“Not less than a genocide,” is how the Allahabad High Court described the lack of critical oxygen supplies in hospital wards in a scathing rebuke. This remark was directed at the authorities responsible for procuring oxygen supplies, describing their negligence as a “criminal act”.
Justices Siddhartha Varma and Ajit Kumar said at a recent hearing “we are at pain in observing that death of COVID patients just for non-supply of oxygen to the hospitals is a criminal act and not less than a genocide by those who have been entrusted the task to ensure continuous procurement and supply chain of the liquid medical oxygen.” Such is the situation across much of India, with oxygen and other medical supplies dwindling due to the rapid influx of COVID-19 patients. While the first wave in the country saw India surging to record high cases at the time, the second wave has all but eclipsed these figures.
The country has recently surpassed twenty million cases, with close to 3.5 million of these currently being active cases. More than 300,000 new cases have been reported each day for more than a week, with 400,000 being recorded on April 30th. These figures dwarf the initial wave’s high point of 100,000.
Deaths have likewise increased substantially over this time period. While the initial wave recorded deaths at a high point of just over 1,000 per day, the second wave’s figures continue to grow. A current high point of 3,786 occurred on May 4th, with deaths likely to continue to rise as fatalities trail behind the current peak in active cases.
A key issue comprising the scathing remarks by the Allahabad High Court is the fact that many of these deaths would not have occurred had medical oxygen been available. In Karnataka twenty-four people died in one hospital overnight on Sunday after the hospital ran out of oxygen, though the district administration denied that shortages had caused the deaths. “There is no centralised coordination of oxygen supply and distribution. It is completely haphazard and red tape has held back timely deliveries,” Kumar Rahul, secretary in the health department of Punjab, told DW.
COVID-19, since the beginning of the pandemic has placed staggering numbers of individuals into intensive care units (ICUs). These facilities are vital in ensuring those affected can weather the worst of the symptoms. Shortages in oxygen, even for short periods of time, can prove lethal to those on assisted breathing.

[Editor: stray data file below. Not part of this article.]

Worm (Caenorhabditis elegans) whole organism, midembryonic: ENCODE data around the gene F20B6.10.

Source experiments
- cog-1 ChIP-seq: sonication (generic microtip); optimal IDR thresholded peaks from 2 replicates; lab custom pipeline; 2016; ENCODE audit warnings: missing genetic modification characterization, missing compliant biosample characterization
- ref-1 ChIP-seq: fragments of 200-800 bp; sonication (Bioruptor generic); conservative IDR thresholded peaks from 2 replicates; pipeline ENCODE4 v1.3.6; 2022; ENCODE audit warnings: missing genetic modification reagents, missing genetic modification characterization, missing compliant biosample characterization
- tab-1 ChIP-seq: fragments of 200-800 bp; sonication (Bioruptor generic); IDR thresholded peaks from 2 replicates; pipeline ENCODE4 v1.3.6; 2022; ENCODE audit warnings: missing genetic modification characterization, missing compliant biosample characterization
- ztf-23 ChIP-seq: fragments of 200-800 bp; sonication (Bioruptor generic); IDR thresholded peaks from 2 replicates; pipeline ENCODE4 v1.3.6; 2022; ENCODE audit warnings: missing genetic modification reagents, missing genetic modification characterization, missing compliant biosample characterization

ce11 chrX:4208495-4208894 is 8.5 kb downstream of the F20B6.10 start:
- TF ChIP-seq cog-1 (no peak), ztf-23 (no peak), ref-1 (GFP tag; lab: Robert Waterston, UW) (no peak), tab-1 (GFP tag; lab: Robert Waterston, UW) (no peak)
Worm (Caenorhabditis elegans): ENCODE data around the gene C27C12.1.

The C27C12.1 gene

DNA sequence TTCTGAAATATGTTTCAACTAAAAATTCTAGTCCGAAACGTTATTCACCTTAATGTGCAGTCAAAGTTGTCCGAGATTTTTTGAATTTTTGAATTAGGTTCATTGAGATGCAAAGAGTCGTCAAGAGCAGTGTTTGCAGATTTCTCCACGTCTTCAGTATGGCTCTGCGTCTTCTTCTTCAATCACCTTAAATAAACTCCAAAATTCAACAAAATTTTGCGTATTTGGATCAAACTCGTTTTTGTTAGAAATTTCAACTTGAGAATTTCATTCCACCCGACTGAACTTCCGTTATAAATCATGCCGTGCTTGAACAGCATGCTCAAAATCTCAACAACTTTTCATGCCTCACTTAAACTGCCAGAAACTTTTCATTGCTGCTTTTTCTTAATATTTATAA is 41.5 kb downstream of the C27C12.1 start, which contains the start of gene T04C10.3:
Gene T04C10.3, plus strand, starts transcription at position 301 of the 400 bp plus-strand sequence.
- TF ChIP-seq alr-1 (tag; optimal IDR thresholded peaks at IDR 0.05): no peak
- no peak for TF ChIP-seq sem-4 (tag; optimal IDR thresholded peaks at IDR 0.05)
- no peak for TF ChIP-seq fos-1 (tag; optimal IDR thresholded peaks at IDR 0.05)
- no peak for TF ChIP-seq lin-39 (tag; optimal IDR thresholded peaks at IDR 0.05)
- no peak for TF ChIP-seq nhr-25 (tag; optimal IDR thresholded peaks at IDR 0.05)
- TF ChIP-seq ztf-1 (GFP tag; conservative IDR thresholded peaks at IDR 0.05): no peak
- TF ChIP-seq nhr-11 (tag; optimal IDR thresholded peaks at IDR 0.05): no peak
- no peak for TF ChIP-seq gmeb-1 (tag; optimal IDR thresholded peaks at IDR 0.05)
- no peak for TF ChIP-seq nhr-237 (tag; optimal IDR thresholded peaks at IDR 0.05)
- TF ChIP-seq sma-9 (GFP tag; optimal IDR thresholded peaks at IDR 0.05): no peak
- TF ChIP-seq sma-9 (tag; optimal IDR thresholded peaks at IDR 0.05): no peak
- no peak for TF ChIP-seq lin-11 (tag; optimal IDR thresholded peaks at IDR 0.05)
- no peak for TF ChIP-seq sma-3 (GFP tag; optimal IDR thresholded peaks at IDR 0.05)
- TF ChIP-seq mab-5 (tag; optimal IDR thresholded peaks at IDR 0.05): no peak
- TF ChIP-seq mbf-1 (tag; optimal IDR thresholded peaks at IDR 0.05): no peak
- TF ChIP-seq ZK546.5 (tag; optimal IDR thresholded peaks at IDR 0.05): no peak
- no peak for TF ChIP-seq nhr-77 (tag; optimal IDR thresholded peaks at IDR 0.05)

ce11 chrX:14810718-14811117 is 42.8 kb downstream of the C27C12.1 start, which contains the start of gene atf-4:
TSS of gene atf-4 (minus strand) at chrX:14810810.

The second wave has all but overwhelmed India, in part, due to the fact that the worst was assumed to be over. Health Issues India previously noted that “as shortly ago as early March, Union Health Minister Dr Harsh Vardhan claimed India was in the “endgame” of the pandemic. Given the perception that the issue was largely over, many large scale events occurred, including cricket matches and religious gatherings. These were often attended by thousands of individuals, many maskless, and have since been speculated as superspreader events that have spurred the second wave.”
Doctors on the ground have given dire warnings that the system is overwhelmed. “There’s no oxygen,” said Mathew Varghese, one of St. Stephen’s Hospital in New Delhi’s senior doctors. “The system is broken down and we’re losing patients. We don’t know what to do. We’re used to saving lives and we’re watching people die.”
Desperation on the part of the hospitals has seen them launch public appeals over social media to suppliers and anyone in a situation where they may assist. Patients themselves have been placed into cruel situations as scammers have taken the desperate situation as an opportunity to make money. As Health Issues India recently reported
“Evidence is mounting that individuals are running scamming campaigns through social media, with black market numbers circulating online. These individuals promise to deliver items such as oxygen canisters and medications. When contacted, these individuals typically request payments upfront, and… once payment has been made all contact will cease.”
The situation is desperate. International aid is attempting to fill the void and alleviate the death tolls through lack of oxygen. Domestically the country has diverted industrial stockpiles of oxygen to medical use, though this is likely to take some time to be properly distributed. Given the dire situation of preventable deaths, more must be done to ensure backup supplies are maintained as a safety net as cases continue to rise.